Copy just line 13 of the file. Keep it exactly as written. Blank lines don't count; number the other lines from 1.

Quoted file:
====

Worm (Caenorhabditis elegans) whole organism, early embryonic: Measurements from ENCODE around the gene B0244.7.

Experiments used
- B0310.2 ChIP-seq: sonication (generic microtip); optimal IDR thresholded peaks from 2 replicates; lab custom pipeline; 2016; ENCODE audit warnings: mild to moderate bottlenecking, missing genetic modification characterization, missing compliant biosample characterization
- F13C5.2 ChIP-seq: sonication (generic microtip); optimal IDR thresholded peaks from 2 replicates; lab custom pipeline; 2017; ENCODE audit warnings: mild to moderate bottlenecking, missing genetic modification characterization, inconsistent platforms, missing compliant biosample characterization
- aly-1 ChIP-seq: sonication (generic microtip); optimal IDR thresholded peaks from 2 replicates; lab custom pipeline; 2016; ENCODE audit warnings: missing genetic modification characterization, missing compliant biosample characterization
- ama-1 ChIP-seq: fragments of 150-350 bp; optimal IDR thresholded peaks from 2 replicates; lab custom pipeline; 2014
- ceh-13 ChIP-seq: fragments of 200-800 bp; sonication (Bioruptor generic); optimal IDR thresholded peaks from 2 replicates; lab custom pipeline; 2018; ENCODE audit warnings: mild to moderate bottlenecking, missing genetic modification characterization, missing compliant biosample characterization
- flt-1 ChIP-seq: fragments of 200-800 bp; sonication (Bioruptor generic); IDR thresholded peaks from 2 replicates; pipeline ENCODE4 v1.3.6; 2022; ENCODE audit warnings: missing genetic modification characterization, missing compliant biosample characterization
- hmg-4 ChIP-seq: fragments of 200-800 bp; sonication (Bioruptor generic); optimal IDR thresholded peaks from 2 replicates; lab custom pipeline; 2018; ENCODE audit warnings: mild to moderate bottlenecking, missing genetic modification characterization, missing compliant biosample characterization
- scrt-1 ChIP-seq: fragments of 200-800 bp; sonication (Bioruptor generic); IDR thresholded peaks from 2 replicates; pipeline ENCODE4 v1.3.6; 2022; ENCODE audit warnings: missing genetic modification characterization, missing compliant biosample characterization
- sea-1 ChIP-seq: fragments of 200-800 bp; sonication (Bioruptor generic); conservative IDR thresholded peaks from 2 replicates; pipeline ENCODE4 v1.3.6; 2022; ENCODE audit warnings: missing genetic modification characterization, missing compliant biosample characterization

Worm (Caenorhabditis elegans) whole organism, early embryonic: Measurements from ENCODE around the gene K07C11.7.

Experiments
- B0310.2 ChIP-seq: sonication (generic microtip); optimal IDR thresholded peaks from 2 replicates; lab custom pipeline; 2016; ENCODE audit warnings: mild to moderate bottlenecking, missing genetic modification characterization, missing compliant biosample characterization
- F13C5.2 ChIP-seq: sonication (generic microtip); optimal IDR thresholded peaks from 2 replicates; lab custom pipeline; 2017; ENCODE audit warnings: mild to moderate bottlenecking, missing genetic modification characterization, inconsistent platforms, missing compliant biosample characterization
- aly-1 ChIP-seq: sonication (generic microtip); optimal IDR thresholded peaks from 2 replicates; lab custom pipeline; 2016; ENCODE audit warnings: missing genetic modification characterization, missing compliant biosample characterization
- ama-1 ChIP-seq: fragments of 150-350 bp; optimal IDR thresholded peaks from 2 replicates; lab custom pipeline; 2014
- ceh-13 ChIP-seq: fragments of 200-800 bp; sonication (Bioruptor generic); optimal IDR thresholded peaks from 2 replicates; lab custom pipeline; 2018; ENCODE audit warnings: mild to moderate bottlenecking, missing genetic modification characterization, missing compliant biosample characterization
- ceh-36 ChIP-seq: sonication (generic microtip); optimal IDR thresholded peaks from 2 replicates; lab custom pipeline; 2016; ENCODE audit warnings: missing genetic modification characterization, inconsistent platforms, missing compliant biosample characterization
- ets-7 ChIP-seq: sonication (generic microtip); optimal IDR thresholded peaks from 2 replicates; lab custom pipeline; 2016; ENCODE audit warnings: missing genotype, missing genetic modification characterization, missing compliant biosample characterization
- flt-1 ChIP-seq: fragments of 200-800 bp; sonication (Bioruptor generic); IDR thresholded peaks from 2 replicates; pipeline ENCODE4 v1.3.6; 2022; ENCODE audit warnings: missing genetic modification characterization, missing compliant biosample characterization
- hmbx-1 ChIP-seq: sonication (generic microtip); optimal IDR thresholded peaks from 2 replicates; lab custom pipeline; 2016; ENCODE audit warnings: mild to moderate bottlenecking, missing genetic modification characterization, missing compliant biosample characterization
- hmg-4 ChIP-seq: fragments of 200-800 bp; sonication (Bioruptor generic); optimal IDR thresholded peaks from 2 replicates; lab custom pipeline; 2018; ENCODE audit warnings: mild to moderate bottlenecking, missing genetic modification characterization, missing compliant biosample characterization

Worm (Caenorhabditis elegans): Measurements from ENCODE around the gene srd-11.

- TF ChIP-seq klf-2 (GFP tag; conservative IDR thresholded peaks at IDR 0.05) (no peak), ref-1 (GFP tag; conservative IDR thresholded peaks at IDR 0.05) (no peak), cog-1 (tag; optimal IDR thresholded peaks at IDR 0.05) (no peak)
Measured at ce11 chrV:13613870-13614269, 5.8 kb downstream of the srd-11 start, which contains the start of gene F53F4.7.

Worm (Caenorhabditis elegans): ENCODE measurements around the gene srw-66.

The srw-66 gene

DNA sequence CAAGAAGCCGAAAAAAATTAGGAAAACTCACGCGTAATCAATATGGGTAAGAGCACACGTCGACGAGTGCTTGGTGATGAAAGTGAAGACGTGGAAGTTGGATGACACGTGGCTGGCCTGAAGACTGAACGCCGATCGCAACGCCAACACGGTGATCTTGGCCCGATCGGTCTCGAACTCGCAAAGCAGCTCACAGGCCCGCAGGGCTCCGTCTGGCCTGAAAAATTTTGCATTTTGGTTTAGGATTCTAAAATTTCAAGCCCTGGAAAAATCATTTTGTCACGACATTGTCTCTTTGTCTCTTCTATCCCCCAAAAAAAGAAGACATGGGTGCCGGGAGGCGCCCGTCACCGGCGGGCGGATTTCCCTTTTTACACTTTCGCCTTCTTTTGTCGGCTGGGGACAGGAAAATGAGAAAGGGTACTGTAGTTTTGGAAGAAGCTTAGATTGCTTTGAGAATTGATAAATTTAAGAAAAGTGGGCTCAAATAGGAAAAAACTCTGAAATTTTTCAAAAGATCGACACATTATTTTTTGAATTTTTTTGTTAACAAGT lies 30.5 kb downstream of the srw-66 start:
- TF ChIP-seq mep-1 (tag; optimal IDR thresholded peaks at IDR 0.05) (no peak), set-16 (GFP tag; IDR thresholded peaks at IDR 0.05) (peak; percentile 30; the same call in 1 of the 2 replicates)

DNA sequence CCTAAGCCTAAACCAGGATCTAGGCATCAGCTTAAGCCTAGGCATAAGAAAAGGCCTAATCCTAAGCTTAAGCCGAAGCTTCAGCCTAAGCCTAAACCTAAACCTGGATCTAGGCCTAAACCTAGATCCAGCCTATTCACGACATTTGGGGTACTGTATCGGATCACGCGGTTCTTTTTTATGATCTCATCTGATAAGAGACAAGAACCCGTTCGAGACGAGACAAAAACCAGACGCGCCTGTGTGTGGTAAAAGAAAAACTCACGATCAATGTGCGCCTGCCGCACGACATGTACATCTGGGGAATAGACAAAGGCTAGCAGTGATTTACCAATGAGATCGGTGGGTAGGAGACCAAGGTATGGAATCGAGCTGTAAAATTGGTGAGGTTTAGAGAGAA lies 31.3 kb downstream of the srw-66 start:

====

Experiments